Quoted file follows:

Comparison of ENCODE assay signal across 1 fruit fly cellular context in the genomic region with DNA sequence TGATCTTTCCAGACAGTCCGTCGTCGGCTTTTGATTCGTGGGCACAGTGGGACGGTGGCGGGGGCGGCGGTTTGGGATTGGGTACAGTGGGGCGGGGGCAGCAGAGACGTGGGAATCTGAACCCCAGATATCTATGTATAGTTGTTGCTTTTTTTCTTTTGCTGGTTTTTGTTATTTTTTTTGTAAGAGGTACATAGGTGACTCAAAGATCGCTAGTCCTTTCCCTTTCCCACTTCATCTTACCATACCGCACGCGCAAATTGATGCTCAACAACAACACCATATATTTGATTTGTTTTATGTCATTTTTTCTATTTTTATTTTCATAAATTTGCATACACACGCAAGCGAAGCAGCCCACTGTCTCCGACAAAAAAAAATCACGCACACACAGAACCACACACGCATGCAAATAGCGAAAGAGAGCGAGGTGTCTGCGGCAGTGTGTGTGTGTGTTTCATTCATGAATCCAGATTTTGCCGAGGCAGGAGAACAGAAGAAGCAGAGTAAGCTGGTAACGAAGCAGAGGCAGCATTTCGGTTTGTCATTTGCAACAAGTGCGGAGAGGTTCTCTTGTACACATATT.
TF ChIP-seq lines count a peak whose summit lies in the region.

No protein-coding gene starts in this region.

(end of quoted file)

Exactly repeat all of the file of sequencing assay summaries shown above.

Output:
Comparison of ENCODE assay signal across 1 fruit fly cellular context in the genomic region with DNA sequence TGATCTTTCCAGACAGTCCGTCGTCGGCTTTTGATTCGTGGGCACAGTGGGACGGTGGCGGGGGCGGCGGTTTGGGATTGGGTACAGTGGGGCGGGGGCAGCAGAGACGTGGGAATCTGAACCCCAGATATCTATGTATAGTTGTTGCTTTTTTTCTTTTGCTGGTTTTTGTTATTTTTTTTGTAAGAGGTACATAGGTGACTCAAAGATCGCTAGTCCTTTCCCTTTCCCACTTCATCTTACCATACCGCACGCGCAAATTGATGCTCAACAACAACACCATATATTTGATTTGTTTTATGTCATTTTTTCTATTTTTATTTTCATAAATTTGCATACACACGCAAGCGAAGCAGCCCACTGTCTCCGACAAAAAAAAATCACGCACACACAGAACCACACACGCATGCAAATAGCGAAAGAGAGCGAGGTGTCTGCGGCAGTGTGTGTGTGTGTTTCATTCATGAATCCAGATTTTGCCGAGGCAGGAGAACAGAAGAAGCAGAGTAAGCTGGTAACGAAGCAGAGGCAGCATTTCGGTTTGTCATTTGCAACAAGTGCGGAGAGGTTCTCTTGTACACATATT.
TF ChIP-seq lines count a peak whose summit lies in the region.

No protein-coding gene starts in this region.